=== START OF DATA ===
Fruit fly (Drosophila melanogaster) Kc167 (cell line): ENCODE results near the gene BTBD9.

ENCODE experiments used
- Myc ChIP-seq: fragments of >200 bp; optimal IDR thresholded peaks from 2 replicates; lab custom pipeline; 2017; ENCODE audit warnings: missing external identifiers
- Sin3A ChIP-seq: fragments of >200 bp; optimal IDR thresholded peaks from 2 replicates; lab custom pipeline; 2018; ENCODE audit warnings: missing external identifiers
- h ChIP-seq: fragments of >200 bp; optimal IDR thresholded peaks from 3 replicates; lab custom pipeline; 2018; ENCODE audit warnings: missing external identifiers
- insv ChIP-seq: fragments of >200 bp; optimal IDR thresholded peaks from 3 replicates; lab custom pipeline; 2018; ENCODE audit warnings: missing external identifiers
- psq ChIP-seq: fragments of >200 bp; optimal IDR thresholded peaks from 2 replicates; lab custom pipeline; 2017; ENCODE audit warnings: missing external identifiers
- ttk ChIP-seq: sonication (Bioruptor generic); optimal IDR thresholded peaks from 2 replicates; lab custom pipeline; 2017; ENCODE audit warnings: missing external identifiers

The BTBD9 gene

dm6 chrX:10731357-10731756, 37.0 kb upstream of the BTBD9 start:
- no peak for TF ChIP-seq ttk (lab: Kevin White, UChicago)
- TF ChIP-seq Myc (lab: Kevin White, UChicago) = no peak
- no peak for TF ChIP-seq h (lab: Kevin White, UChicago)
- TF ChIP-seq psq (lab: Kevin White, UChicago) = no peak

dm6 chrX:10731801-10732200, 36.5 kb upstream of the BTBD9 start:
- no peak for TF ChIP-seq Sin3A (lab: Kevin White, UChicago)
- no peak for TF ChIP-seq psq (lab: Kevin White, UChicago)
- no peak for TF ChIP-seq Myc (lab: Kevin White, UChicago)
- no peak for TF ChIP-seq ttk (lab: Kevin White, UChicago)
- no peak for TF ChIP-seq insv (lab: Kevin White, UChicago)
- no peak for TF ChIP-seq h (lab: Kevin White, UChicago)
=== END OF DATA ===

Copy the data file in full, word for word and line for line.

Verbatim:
Fruit fly (Drosophila melanogaster) Kc167 (cell line): ENCODE results near the gene BTBD9.

ENCODE experiments used
- Myc ChIP-seq: fragments of >200 bp; optimal IDR thresholded peaks from 2 replicates; lab custom pipeline; 2017; ENCODE audit warnings: missing external identifiers
- Sin3A ChIP-seq: fragments of >200 bp; optimal IDR thresholded peaks from 2 replicates; lab custom pipeline; 2018; ENCODE audit warnings: missing external identifiers
- h ChIP-seq: fragments of >200 bp; optimal IDR thresholded peaks from 3 replicates; lab custom pipeline; 2018; ENCODE audit warnings: missing external identifiers
- insv ChIP-seq: fragments of >200 bp; optimal IDR thresholded peaks from 3 replicates; lab custom pipeline; 2018; ENCODE audit warnings: missing external identifiers
- psq ChIP-seq: fragments of >200 bp; optimal IDR thresholded peaks from 2 replicates; lab custom pipeline; 2017; ENCODE audit warnings: missing external identifiers
- ttk ChIP-seq: sonication (Bioruptor generic); optimal IDR thresholded peaks from 2 replicates; lab custom pipeline; 2017; ENCODE audit warnings: missing external identifiers

The BTBD9 gene

dm6 chrX:10731357-10731756, 37.0 kb upstream of the BTBD9 start:
- no peak for TF ChIP-seq ttk (lab: Kevin White, UChicago)
- TF ChIP-seq Myc (lab: Kevin White, UChicago) = no peak
- no peak for TF ChIP-seq h (lab: Kevin White, UChicago)
- TF ChIP-seq psq (lab: Kevin White, UChicago) = no peak

dm6 chrX:10731801-10732200, 36.5 kb upstream of the BTBD9 start:
- no peak for TF ChIP-seq Sin3A (lab: Kevin White, UChicago)
- no peak for TF ChIP-seq psq (lab: Kevin White, UChicago)
- no peak for TF ChIP-seq Myc (lab: Kevin White, UChicago)
- no peak for TF ChIP-seq ttk (lab: Kevin White, UChicago)
- no peak for TF ChIP-seq insv (lab: Kevin White, UChicago)
- no peak for TF ChIP-seq h (lab: Kevin White, UChicago)